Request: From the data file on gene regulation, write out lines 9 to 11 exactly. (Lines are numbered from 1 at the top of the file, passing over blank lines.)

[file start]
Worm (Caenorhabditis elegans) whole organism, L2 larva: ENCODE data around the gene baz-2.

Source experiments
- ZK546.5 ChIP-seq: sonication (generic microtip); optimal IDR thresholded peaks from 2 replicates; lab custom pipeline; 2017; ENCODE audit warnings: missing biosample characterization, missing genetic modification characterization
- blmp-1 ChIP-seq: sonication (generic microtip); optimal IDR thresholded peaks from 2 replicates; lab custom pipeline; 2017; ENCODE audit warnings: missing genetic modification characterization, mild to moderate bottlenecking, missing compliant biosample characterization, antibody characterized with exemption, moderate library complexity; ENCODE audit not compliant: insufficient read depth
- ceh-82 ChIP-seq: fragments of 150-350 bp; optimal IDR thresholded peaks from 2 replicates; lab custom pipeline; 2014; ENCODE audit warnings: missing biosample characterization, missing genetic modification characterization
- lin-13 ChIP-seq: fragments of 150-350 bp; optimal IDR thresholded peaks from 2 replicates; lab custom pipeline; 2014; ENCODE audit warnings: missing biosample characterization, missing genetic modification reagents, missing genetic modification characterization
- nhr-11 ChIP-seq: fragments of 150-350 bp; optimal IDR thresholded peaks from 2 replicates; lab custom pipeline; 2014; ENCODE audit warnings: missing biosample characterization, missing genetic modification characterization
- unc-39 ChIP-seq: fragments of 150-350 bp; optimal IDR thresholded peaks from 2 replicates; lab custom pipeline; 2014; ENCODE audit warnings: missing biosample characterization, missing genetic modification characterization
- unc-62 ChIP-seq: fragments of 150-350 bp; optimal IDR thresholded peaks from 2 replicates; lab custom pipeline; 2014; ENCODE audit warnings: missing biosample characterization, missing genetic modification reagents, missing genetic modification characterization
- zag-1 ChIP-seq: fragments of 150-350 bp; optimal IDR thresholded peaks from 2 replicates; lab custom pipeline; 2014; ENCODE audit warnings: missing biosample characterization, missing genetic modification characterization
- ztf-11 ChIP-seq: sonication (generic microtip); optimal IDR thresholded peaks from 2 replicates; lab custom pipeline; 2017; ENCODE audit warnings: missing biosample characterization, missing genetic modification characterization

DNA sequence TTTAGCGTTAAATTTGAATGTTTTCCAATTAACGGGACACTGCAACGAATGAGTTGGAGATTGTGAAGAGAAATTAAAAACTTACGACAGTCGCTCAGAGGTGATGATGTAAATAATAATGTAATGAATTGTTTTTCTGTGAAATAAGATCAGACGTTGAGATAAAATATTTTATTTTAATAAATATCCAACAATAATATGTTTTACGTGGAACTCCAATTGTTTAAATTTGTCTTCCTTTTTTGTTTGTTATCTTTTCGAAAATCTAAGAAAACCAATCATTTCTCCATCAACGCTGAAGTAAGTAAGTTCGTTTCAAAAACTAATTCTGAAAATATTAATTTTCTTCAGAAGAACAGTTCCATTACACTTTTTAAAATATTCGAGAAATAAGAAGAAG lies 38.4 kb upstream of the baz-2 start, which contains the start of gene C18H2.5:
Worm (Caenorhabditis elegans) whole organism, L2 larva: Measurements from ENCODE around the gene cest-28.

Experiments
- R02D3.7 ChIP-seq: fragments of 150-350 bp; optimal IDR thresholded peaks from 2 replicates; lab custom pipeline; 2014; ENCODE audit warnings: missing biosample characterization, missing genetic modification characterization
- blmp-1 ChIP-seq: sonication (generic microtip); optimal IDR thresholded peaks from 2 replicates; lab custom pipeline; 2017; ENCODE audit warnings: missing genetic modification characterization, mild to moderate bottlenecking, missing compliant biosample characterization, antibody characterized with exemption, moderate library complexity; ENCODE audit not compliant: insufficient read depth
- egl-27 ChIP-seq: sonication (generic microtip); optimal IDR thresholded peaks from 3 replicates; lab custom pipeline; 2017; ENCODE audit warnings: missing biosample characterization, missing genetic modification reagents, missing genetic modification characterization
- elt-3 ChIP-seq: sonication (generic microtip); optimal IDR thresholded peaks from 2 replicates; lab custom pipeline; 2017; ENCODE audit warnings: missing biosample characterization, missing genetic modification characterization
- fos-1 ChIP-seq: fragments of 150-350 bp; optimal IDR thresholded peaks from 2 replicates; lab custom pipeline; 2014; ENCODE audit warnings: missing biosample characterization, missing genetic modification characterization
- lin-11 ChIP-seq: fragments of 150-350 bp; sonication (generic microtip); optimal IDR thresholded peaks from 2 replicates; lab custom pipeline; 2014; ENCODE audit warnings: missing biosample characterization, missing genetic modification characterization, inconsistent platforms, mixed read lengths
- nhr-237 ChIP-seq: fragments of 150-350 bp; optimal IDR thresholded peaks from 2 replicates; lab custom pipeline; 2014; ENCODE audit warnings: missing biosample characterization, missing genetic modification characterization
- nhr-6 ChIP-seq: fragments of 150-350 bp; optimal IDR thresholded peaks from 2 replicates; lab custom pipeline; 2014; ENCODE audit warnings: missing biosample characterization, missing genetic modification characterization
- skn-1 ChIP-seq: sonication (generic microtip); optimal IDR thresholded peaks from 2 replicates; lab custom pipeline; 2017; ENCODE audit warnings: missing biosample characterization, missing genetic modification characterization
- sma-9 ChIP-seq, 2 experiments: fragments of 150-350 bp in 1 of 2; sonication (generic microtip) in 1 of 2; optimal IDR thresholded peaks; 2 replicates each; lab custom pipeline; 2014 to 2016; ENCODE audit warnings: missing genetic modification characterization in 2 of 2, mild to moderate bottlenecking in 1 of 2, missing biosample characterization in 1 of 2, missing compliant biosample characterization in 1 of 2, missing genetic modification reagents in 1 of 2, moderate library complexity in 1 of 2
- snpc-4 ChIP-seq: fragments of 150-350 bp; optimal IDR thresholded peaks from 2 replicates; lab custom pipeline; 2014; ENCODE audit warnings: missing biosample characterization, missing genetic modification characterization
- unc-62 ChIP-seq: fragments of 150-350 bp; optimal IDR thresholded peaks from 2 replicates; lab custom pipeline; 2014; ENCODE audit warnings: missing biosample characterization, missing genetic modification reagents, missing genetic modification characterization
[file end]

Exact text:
- unc-62 ChIP-seq: fragments of 150-350 bp; optimal IDR thresholded peaks from 2 replicates; lab custom pipeline; 2014; ENCODE audit warnings: missing biosample characterization, missing genetic modification reagents, missing genetic modification characterization
- zag-1 ChIP-seq: fragments of 150-350 bp; optimal IDR thresholded peaks from 2 replicates; lab custom pipeline; 2014; ENCODE audit warnings: missing biosample characterization, missing genetic modification characterization
- ztf-11 ChIP-seq: sonication (generic microtip); optimal IDR thresholded peaks from 2 replicates; lab custom pipeline; 2017; ENCODE audit warnings: missing biosample characterization, missing genetic modification characterization